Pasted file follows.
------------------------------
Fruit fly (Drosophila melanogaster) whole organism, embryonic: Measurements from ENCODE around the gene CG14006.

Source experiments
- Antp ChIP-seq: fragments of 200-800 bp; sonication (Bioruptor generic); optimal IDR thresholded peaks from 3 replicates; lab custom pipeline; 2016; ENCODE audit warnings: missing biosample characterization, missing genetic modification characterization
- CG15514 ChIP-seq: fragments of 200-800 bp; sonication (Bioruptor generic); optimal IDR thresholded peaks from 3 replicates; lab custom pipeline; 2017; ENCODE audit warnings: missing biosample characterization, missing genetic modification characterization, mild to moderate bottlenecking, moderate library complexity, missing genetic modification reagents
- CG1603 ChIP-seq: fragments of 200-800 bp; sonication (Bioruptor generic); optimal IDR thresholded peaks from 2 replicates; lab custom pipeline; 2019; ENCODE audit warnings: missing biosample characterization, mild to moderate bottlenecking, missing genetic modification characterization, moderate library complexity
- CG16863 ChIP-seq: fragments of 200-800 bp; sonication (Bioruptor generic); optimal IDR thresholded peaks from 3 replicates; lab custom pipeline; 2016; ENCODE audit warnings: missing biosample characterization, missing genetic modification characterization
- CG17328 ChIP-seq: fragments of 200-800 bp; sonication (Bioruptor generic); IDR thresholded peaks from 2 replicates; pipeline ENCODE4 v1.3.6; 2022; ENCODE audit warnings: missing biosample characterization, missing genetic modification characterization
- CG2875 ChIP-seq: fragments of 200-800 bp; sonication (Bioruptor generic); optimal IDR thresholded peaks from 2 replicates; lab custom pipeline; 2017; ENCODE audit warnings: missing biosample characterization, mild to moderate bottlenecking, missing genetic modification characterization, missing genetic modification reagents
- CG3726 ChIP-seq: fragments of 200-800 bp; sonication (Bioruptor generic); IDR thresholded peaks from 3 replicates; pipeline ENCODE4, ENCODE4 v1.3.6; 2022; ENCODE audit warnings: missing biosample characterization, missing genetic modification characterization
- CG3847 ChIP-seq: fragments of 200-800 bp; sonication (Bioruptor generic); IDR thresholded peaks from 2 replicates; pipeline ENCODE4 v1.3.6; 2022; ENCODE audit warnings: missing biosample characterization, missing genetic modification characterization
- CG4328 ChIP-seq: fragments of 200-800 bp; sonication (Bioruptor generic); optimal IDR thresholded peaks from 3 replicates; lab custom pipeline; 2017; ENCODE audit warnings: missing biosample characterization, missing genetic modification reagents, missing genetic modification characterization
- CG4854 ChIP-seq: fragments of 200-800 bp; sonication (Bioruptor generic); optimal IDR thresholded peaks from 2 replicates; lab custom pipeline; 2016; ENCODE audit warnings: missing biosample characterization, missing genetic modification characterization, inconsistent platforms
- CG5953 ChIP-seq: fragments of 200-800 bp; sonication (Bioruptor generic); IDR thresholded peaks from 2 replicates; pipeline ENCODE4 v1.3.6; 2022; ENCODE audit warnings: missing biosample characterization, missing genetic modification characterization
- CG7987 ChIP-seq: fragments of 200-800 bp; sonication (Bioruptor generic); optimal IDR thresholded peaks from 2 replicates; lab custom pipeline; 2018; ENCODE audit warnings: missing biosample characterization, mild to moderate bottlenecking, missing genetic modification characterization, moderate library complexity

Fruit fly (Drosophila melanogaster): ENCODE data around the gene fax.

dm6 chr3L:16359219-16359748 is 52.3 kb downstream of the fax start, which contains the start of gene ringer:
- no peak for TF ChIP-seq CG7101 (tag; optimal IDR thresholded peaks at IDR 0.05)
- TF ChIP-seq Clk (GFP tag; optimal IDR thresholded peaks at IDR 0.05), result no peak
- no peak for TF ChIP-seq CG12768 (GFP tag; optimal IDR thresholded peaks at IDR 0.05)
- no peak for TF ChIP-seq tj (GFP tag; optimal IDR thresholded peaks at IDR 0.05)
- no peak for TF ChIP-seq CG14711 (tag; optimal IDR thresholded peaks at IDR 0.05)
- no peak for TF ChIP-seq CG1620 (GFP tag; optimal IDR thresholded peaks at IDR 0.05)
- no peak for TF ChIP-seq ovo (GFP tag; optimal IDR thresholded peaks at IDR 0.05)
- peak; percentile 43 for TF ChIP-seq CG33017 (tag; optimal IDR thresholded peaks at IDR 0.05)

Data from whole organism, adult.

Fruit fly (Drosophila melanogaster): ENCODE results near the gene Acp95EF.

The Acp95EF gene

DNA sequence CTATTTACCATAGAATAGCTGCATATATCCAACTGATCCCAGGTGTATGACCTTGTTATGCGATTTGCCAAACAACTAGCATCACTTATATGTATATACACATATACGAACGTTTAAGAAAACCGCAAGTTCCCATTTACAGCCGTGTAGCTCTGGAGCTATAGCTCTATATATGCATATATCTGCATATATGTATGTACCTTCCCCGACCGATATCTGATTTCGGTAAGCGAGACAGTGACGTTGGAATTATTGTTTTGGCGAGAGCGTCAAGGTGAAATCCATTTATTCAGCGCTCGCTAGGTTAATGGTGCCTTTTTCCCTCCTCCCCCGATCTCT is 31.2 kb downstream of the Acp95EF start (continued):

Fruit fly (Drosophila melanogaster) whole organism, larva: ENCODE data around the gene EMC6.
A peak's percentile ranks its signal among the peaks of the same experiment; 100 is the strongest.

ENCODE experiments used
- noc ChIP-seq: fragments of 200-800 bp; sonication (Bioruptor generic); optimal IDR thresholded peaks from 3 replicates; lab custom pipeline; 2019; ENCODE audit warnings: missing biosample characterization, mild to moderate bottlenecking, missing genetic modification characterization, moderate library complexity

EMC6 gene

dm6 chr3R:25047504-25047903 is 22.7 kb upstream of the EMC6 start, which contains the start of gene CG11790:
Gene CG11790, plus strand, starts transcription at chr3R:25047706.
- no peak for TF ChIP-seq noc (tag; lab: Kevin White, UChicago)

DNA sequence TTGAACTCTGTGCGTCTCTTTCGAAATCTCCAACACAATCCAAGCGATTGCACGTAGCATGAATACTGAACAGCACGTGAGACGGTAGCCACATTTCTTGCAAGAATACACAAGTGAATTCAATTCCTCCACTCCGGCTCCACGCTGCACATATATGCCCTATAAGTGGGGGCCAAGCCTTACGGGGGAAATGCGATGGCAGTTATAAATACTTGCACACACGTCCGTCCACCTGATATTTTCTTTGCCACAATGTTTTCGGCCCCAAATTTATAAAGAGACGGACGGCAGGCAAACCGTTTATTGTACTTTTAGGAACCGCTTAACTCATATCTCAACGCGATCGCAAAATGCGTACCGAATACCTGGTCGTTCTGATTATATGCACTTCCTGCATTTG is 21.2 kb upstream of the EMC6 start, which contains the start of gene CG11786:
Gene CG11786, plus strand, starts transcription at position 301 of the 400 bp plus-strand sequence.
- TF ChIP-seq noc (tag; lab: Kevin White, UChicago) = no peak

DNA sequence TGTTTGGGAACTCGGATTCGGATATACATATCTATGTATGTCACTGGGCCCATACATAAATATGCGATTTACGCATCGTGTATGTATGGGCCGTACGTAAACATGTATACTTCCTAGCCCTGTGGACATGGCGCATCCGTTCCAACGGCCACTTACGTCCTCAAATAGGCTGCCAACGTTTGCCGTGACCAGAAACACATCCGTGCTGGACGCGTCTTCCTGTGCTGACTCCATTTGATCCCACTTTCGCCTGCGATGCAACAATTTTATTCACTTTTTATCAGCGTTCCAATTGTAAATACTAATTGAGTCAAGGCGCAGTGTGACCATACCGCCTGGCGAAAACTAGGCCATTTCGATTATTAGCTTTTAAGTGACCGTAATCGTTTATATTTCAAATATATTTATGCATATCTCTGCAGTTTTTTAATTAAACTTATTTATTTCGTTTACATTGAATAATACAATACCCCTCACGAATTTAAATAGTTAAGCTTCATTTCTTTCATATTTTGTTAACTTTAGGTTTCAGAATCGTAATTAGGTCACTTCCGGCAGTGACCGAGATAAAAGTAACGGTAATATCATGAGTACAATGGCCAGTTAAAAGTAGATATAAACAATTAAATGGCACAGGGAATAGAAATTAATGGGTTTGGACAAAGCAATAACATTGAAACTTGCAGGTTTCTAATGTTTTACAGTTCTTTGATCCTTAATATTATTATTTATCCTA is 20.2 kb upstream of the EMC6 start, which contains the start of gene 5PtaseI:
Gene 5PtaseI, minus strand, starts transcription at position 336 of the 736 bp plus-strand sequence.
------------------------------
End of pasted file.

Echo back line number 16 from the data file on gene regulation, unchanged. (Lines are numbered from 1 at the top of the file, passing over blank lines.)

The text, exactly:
dm6 chr3L:16359219-16359748 is 52.3 kb downstream of the fax start, which contains the start of gene ringer: